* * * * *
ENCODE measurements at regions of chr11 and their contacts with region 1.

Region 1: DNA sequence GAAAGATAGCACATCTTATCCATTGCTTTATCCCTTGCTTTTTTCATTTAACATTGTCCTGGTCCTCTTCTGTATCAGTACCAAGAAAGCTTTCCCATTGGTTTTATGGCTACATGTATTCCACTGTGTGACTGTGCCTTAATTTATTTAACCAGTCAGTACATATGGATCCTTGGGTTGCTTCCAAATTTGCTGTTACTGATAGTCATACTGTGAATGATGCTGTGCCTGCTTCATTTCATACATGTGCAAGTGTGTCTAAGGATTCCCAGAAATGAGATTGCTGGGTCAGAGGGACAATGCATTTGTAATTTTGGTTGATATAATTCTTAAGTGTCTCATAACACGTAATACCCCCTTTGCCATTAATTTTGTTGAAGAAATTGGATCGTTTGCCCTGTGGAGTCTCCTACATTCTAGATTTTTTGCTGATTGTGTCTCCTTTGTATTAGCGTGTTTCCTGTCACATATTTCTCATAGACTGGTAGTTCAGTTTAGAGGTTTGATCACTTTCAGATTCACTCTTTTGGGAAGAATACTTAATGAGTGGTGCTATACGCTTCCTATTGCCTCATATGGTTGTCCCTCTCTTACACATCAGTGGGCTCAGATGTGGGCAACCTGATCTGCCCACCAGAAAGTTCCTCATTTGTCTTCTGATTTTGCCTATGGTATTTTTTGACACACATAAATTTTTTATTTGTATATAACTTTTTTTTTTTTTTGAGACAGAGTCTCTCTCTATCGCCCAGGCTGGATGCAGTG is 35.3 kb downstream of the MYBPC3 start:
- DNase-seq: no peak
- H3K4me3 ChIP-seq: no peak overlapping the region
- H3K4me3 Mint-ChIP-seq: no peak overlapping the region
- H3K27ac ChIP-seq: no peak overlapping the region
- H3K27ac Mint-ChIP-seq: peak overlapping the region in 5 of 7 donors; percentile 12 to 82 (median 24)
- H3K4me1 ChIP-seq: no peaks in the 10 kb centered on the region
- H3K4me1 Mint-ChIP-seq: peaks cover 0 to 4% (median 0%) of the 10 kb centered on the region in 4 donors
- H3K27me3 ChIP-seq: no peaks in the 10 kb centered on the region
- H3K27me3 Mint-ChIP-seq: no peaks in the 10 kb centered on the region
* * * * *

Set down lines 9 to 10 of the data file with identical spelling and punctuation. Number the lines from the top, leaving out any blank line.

- H3K4me1 Mint-ChIP-seq: peaks cover 0 to 4% (median 0%) of the 10 kb centered on the region in 4 donors
- H3K27me3 ChIP-seq: no peaks in the 10 kb centered on the region